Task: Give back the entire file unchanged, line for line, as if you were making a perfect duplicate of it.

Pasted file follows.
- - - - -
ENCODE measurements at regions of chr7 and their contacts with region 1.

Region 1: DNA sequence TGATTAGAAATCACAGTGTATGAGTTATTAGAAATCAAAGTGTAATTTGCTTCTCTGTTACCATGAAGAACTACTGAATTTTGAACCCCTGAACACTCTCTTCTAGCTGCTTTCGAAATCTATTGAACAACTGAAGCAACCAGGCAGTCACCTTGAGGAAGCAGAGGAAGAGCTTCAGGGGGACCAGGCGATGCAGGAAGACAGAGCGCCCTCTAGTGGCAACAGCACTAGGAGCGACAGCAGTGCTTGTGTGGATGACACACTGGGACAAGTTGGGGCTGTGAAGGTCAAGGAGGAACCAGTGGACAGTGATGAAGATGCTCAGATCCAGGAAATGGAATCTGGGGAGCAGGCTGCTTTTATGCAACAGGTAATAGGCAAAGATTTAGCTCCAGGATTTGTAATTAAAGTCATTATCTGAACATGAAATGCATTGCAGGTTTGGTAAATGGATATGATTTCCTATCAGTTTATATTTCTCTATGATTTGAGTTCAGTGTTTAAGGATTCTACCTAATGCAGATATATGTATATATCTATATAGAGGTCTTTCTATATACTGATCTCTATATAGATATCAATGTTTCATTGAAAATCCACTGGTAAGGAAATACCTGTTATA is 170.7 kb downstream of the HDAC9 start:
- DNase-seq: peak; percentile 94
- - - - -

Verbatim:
ENCODE measurements at regions of chr7 and their contacts with region 1.

Region 1: DNA sequence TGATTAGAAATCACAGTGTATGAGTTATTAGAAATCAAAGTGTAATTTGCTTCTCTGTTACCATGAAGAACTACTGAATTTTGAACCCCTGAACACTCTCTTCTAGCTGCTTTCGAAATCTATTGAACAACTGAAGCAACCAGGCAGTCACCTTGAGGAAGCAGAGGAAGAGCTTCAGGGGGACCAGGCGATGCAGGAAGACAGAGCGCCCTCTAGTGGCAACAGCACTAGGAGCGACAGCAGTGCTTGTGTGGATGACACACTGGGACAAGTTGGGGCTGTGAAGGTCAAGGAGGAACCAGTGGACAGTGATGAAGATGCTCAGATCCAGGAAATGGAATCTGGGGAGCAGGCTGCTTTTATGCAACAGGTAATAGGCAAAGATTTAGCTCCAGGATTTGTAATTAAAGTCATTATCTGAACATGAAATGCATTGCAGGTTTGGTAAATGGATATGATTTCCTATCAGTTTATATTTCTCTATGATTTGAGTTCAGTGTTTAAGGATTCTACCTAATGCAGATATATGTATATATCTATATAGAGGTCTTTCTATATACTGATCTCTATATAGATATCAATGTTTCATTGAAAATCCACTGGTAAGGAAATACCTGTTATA is 170.7 kb downstream of the HDAC9 start:
- DNase-seq: peak; percentile 94